EU research budget 'faces 12% cut'
European Research Council head warns of competing demands from member states.
The EU's overall research budget could be cut by 12 per cent unless agreement is reached on protecting it. And the cut could be even deeper if budget reductions demanded by the European Council are not applied evenly across the board, the head of the European Research Council has warned.
ERC president Dr Helga Nowotny was speaking in Boston over the weekend at the American Association for the Advancement of Science annual meeting. She and the director of the National Science Foundation, Dr Subra Suresh, were providing an update on a joint programme that will see US research scientists travelling to Europe and spending up to a year in EU research centres.
Earlier this month EU heads of government agreed the overall community budget for the next seven years, worth about €284 billion including current and future commitments between 2014-2020. This figure represented about a one per cent cut on 2012, the first time in the history of the community that the agreed budget figure actually went down.
Within this figure, the commission had sought a research and innovation budget, known as Horizon 2020, worth €80 billion, but the cut made by EU leaders means that this figure will not hold unless funding for research and innovation receives special treatment. This would be unlikely Dr Nowotny said given powerful competing demands coming from member states who would seek to protect funding under the Common Agricultural Policy and the Structural Funds.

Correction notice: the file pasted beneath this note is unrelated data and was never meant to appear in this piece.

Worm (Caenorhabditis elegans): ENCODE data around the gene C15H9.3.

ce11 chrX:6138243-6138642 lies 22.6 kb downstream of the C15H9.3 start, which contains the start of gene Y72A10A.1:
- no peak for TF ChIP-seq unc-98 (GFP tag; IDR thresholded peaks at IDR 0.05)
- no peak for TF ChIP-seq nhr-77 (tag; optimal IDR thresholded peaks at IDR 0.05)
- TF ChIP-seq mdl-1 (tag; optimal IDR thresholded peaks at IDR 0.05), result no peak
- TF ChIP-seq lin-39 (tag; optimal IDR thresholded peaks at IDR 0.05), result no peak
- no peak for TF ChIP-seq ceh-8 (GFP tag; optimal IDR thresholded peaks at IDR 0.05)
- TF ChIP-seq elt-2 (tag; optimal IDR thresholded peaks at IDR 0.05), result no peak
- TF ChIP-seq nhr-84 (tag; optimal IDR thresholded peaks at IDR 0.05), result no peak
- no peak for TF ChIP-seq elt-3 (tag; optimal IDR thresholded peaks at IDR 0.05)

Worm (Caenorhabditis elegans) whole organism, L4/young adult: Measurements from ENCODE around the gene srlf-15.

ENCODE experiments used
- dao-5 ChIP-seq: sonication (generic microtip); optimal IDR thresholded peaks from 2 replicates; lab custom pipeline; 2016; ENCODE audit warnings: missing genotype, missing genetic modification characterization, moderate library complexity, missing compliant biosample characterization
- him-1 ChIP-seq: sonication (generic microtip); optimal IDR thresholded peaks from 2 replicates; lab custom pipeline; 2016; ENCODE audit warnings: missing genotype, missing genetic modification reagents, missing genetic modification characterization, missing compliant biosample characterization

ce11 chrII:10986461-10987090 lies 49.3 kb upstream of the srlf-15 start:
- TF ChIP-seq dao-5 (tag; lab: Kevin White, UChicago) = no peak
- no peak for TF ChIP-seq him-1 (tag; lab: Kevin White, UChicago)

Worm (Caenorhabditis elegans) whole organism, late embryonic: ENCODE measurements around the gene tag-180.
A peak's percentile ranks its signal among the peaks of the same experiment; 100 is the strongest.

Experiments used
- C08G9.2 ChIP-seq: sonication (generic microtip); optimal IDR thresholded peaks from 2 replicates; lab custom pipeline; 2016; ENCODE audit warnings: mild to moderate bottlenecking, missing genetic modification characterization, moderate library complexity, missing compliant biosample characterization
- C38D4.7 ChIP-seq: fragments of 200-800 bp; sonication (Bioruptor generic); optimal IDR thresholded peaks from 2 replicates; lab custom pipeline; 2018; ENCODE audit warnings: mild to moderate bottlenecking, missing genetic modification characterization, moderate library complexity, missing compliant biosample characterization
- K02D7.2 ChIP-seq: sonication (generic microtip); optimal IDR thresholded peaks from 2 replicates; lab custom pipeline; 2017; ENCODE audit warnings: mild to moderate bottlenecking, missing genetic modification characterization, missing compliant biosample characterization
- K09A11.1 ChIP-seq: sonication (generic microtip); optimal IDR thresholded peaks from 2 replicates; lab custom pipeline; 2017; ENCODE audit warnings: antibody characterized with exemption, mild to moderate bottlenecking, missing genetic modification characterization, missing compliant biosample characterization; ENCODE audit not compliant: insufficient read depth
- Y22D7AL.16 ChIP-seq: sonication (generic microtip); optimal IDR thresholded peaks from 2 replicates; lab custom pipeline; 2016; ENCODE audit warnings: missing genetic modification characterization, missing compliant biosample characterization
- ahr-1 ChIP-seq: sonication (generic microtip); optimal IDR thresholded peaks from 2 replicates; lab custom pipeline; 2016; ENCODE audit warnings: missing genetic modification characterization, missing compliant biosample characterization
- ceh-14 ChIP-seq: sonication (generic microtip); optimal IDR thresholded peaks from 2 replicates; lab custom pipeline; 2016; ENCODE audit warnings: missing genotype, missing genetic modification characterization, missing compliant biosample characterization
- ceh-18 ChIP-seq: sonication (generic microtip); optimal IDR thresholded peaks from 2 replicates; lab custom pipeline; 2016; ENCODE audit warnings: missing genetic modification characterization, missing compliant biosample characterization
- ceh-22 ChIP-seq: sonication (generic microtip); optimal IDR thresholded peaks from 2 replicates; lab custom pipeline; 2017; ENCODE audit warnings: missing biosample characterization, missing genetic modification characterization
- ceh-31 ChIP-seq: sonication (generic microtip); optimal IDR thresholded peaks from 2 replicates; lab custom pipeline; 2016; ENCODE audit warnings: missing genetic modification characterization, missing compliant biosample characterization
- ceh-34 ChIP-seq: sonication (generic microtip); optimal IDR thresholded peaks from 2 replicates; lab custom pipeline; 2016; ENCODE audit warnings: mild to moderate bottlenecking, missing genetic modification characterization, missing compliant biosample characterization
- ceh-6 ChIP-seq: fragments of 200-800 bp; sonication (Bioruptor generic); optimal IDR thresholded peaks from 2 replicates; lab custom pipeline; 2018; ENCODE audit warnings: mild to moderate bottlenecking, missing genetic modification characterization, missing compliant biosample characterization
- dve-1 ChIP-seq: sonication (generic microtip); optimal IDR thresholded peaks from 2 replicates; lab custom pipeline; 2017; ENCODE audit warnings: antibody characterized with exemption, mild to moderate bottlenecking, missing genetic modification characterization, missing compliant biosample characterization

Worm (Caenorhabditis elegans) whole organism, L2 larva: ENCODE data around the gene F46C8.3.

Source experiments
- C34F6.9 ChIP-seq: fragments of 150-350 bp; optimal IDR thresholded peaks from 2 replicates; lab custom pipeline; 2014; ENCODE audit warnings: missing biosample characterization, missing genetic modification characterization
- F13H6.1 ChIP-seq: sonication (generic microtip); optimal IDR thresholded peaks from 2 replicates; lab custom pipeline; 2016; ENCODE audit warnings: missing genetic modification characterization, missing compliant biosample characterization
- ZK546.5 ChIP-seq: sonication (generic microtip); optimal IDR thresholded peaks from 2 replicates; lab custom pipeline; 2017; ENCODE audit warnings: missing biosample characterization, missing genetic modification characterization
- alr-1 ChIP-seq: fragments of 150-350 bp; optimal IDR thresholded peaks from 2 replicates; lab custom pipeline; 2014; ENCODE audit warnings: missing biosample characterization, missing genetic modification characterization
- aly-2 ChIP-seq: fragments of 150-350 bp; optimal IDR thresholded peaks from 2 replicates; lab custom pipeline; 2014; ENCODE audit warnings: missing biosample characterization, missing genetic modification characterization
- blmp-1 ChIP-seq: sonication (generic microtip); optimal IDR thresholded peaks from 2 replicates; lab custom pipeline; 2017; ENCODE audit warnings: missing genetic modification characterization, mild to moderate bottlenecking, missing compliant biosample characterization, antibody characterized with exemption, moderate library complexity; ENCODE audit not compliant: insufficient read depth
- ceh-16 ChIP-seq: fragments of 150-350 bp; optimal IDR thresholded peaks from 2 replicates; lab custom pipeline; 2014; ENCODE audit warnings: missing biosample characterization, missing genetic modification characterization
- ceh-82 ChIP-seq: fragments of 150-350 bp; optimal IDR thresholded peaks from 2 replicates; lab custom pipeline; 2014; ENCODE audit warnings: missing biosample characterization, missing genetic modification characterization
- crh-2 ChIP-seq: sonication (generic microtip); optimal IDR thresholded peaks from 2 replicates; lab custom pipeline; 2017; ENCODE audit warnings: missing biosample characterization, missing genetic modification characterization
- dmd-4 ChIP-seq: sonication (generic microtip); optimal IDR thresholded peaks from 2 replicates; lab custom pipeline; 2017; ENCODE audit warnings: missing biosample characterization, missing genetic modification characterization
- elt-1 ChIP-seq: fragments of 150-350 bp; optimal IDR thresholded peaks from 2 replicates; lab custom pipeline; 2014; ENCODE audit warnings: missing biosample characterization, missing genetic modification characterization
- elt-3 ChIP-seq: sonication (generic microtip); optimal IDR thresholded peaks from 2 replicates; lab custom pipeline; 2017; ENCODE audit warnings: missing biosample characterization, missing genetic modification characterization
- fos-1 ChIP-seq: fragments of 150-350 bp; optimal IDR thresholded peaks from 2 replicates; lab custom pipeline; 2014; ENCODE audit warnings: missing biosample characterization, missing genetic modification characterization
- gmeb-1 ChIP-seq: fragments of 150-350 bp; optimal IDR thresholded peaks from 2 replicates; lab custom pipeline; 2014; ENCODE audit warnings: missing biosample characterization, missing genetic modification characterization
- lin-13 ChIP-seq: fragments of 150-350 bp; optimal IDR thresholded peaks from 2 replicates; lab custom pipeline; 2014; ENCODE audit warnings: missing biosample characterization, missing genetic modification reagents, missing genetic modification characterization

If applied across the board each would see roughly a 12 per cent reduction, bringing support for research down to €71 billion. The reduction would be likely however "to hit research and innovation in a disproportionate way", Dr Nowotny said.
The budget must now go before the European Parliament, which has been a strong advocate for research spending. It had recommended the sector receive €100 billion over the life of 2020, and has threatened to vote down the budget if research is cut. There is no certainty about what action the parliament will take however, she said. "It is pure speculation to say what is going to happen in the Parliament."
She and Dr Suresh said there had been a very good response to the new programme which will see US-based scientists spending between three and 12 months in host research institutions, a scheme agreed last July in Dublin. The foundation is encouraging its funding recipients to apply for these placements, he said.
The European hosts would come from among the ERC's own cohort of award recipients, Dr Nowotny said. There had been a very strong response with 760 offers to receive a visiting researcher from the US. "We were thrilled with the initial response from Europe," Dr Suresh said. The foundation is currently selecting about 100 people who will be supported for placement on the programme. "Potentially it will be a win-win case for both of us," he said.
"So far we have not been very successful in attracting researchers from outside Europe," Dr Nowotny acknowledged. "Now the time has come to put more emphasis on this." She believed the new programme would do this.